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Syphilis Tests

Syphilis tests detect antibodies to the bacterium that causes syphilis (Treponema pallidum) in blood, body fluid, or tissue. The tests are used to screen for or to confirm a syphilis infection.

Syphilis is a sexually transmitted infection (STI) that is usually spread during sexual contact, including kissing or oral sex.

Tests used to screen for syphilis include:

  • Venereal disease research laboratory (VDRL) test. The VDRL test checks for an antibody that can be produced in people who have syphilis. This antibody is not produced as a reaction to the syphilis bacteria specifically, so this test is sometimes not accurate. The VDRL test may be done on a sample of blood or spinal fluid. The VDRL test is not very useful for detecting syphilis in very early or advanced stages.
  • Rapid plasma reagin (RPR) test. The RPR test also detects syphilis antibodies.
  • Enzyme immunoassay (EIA) test. This is a newer blood test that checks for antibodies to the bacteria that cause syphilis. A positive EIA test should be confirmed with either the VDRL or RPR tests.

Tests used to diagnose syphilis include:

  • Fluorescent treponemal antibody absorption (FTA-ABS) test. The FTA-ABS test checks for antibodies to the bacteria that cause syphilis and can be used to detect syphilis except during the first 3 to 4 weeks after exposure to syphilis bacteria. The test can be done on a sample of blood or spinal fluid.
  • Treponema pallidum particle agglutination assay (TPPA). The TPPA test is used to confirm a syphilis infection after another method tests positive for the syphilis bacteria. This test detects antibodies to the bacteria that cause syphilis. This test is not done on spinal fluid.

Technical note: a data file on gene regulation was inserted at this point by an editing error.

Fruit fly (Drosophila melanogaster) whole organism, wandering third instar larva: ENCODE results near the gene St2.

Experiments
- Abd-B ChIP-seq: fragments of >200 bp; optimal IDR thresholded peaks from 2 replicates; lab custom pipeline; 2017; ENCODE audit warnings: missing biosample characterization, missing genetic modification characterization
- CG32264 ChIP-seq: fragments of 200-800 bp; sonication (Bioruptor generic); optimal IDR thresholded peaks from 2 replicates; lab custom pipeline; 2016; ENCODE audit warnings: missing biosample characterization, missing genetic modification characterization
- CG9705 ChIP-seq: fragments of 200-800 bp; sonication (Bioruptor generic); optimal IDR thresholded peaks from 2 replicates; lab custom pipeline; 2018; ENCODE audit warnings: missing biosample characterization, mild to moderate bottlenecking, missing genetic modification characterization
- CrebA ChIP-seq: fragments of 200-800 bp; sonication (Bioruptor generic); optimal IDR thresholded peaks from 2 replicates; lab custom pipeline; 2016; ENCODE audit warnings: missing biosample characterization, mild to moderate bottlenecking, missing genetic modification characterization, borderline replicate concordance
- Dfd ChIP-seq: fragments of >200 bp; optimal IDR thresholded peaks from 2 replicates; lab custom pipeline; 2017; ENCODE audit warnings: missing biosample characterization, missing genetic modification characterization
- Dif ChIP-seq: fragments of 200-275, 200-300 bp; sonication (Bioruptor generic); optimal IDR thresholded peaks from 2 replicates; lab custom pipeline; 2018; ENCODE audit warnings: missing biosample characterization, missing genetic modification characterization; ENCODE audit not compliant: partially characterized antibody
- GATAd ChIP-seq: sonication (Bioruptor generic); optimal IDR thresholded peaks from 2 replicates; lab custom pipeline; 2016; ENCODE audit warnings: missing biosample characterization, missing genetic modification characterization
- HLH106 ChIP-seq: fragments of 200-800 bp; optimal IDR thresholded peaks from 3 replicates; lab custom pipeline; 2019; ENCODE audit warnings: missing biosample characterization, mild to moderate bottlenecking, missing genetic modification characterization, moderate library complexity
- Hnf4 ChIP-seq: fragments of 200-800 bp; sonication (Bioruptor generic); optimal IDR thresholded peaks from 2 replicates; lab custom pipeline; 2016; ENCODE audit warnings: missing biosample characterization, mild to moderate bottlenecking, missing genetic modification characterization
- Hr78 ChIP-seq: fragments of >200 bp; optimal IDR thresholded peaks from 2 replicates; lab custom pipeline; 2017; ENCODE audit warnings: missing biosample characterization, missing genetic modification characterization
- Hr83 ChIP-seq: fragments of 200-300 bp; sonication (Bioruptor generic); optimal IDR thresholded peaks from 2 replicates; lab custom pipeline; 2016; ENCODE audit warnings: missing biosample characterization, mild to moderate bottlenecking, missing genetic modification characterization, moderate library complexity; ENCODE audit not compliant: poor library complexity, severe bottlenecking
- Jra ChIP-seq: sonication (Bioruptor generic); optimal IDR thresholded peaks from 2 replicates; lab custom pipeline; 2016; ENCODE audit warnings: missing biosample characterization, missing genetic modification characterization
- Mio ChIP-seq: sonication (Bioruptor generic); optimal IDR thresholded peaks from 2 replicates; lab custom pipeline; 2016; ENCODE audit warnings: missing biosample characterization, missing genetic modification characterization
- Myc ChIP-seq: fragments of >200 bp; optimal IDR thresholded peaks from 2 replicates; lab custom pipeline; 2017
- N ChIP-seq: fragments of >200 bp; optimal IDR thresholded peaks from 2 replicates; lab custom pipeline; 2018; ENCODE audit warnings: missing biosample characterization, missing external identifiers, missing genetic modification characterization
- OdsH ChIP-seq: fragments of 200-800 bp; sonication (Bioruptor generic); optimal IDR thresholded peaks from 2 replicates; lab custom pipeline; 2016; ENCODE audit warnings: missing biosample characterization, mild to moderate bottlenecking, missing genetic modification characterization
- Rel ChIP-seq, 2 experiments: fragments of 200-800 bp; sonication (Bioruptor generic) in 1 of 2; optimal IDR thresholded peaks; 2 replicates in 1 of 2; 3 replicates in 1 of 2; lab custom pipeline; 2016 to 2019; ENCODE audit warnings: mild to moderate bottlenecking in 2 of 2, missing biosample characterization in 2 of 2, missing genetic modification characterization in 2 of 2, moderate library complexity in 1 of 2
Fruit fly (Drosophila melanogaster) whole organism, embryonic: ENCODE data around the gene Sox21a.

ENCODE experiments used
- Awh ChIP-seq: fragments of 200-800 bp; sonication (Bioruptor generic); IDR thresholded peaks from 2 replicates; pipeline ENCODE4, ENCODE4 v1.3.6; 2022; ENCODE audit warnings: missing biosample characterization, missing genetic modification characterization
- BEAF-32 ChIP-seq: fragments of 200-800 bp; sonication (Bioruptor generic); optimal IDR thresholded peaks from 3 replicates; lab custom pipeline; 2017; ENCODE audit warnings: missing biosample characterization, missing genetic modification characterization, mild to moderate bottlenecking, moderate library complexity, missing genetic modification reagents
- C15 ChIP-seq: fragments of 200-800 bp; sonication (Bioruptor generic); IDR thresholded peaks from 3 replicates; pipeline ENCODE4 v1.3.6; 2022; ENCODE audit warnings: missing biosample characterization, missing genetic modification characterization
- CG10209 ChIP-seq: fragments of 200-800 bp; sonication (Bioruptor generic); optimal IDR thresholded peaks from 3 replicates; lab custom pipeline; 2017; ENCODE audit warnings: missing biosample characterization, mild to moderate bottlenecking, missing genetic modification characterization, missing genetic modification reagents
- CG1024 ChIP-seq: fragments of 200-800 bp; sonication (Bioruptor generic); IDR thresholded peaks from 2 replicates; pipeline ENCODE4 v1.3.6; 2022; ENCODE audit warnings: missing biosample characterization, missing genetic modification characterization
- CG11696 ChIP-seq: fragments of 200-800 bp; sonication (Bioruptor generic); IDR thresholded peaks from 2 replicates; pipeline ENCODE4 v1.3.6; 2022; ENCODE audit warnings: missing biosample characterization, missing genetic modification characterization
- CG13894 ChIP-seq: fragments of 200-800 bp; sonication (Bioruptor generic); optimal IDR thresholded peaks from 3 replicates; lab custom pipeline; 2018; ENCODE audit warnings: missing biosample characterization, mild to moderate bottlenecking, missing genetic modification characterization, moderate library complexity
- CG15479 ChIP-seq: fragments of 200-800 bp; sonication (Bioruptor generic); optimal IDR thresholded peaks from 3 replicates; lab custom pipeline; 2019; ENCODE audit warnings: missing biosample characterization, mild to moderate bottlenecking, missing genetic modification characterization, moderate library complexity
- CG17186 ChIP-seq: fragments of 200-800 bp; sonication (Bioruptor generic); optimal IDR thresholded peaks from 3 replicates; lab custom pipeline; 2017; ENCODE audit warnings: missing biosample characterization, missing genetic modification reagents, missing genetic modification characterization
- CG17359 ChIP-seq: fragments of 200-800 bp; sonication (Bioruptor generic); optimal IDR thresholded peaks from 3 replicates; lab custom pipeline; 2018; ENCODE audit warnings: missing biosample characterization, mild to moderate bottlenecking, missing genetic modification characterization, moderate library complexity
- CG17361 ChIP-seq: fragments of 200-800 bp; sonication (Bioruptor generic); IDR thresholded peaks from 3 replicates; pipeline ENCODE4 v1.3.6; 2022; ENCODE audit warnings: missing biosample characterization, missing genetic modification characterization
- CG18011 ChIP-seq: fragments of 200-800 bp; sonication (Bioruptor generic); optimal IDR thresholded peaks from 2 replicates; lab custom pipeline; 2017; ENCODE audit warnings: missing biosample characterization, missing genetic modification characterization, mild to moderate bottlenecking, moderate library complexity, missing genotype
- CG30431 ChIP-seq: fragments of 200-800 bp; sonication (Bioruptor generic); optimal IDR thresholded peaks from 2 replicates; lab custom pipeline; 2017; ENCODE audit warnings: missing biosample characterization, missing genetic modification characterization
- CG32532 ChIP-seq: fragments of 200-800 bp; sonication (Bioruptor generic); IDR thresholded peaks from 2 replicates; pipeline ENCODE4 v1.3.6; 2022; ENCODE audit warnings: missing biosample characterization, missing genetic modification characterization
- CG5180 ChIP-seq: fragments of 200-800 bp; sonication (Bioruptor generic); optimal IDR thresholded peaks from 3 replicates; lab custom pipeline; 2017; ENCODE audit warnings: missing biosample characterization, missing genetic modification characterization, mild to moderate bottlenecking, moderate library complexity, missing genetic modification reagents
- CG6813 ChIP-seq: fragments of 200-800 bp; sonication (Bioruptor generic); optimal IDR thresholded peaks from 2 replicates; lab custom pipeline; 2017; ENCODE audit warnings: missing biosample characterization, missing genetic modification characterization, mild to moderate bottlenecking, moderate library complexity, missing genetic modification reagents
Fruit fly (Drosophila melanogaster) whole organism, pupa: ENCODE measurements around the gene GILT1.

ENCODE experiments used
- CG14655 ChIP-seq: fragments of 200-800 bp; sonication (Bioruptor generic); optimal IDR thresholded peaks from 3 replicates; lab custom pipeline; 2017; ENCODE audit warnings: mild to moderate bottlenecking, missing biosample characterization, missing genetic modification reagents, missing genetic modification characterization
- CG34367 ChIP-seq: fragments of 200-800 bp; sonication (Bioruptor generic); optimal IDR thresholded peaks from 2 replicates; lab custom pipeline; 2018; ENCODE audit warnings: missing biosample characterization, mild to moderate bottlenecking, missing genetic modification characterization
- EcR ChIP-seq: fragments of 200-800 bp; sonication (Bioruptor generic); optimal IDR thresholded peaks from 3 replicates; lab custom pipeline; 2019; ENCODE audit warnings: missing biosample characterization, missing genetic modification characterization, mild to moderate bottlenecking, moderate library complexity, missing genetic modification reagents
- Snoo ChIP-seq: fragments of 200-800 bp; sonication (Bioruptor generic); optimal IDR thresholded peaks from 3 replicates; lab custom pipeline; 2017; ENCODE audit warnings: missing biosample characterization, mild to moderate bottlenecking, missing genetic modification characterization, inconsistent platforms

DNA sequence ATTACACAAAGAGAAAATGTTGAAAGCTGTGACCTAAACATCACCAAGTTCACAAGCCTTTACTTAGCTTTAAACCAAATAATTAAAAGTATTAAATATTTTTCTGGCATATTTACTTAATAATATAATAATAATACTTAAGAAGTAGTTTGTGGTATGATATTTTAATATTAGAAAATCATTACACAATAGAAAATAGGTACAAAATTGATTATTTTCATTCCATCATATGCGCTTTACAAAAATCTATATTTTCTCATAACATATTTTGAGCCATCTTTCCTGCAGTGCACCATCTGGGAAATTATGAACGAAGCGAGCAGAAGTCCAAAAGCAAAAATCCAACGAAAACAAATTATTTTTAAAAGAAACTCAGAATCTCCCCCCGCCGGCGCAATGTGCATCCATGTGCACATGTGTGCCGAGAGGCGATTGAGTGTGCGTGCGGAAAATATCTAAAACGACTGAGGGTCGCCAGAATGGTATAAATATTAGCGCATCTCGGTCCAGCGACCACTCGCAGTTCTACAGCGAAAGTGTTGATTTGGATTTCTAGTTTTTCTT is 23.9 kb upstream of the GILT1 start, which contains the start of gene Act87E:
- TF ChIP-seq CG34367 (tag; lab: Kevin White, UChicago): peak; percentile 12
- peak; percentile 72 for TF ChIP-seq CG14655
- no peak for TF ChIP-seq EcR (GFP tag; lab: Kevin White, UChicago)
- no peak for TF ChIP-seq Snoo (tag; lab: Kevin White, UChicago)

• Darkfield microscopy. This test uses a special microscope to examine a sample of fluid or tissue from an open sore (chancre) for the syphilis bacteria. This test is used mainly to diagnose syphilis in an early stage.
  • Microhemagglutination assay (MHA-TP). The MHA-TP is used to confirm a syphilis infection after another method tests positive for the syphilis bacteria.

Why It Is Done

A syphilis infection can spread through the bloodstream to all parts of the body. If not treated, syphilis can cause severe heart disease, brain damage, spinal cord damage, blindness, and death.

A test for syphilis is done to:

  • Screen for syphilis or check treatment for a syphilis infection. Screening tests help your doctor look for a certain disease or condition before any symptoms appear. This increases the chance of finding the infection when it can be cured or treated to avoid long-term problems.
    • Some states require the VDRL screening test before a couple can obtain a marriage license.
    • The Centers for Disease Control and Prevention (CDC) and the U.S. Preventive Services Task Force (USPSTF) recommend that all pregnant women be screened for syphilis early in pregnancy.1, 2
  • Confirm that a syphilis infection is present.

Screening for syphilis and other sexually transmitted infections (STIs) is often done for people who engage in high-risk sexual behavior. If you have syphilis, your sex partner or partners should be notified, tested, and treated to prevent serious complications and to stop the spread of the disease.

WebMD Medical Reference from Healthwise

Last Updated: September 29, 2011
This information is not intended to replace the advice of a doctor. Healthwise disclaims any liability for the decisions you make based on this information.

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